4 generous dabs.
One of britishfoodinamerica’s favorite savory compound butters, from the great age of the East India Company, and a classic British permutation of the Indian palette. Devilled butter was traditionally spooned cold onto hot grilled chops of lamb, pork, veal or kidneys. The Editor devours devilled butter on grilled rare hanger steaks: The pungent butter rivals the gamey flavor of an aged hanger.
Devilled butter also may be served on toast or crackers as an austerely elegant canapé (drop a caper or shard of roast chili on top). Excellent with old fashioned cocktails at attitude adjustment time.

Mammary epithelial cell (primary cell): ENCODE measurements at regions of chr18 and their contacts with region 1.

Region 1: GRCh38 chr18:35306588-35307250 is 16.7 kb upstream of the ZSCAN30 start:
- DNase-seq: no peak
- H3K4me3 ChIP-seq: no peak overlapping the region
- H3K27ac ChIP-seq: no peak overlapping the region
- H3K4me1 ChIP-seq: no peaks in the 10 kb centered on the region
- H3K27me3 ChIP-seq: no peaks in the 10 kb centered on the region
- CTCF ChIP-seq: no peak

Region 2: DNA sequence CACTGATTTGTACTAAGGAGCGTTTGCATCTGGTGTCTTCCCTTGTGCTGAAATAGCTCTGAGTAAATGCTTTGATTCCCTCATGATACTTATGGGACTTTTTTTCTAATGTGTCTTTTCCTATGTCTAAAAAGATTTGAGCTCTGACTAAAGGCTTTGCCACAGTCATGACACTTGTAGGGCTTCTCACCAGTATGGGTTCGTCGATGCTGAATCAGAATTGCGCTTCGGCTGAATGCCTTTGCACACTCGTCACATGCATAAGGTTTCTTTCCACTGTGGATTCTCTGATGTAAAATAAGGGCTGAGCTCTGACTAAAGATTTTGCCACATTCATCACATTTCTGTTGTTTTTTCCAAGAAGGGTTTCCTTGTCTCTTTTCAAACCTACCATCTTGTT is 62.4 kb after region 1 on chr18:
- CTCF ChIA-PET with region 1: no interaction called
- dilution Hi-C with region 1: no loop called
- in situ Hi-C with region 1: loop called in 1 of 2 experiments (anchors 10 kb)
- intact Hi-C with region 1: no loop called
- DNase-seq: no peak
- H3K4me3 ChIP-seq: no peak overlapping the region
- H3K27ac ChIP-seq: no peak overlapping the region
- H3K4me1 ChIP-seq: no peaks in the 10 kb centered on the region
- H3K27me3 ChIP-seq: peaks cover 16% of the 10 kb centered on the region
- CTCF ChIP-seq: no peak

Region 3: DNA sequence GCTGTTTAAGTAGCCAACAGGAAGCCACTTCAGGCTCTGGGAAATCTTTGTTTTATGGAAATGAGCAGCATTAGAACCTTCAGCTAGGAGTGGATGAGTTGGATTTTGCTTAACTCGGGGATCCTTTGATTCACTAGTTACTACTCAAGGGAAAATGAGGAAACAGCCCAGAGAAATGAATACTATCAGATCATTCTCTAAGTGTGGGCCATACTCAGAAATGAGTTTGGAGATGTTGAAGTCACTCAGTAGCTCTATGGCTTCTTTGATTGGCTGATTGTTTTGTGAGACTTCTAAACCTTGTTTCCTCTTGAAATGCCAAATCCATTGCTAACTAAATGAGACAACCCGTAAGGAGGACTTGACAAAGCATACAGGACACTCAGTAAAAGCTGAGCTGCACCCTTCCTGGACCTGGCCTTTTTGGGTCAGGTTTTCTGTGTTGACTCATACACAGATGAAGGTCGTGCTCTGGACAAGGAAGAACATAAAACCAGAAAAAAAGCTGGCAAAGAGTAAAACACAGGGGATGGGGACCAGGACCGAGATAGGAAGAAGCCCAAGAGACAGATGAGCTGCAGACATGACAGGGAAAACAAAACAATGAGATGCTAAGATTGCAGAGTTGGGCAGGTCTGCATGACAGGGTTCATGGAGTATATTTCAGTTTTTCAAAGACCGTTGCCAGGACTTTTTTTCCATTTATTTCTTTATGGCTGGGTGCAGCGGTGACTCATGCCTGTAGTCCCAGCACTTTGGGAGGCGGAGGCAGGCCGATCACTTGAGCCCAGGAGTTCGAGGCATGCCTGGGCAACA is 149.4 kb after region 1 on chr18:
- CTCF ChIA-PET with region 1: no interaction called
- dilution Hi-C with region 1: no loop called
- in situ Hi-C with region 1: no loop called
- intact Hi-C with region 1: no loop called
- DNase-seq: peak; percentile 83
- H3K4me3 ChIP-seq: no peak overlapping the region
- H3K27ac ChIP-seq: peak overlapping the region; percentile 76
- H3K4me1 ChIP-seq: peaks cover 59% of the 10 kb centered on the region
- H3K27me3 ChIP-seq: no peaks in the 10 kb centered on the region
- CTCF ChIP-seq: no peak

-4 Tablespoons unsalted butter at room temperature
-1 teaspoon English or Dijon mustard (English is hotter)
-heaped ½ teaspoon curry powder
-½ teaspoon malt vinegar
-¼ teaspoon or more cayenne, to taste
-¼ teaspoon paprika
- As usual, combine everything with a fork and chill.
- Alternatively, if you want a batch fast and only have cold butter, throw everything into a food processor just until blended.
- Recipes for devilled butter usually call for lemon juice but the Editor likes the robust depth of malt vinegar with the robust flavors of cayenne, curry and mustard.
- Proportions actually are up to you. Different curry blends have differing heat levels, and as noted English mustard (Colman’s) is hotter than most Dijon. Do what you like.
- Sometimes we add Worcestershire.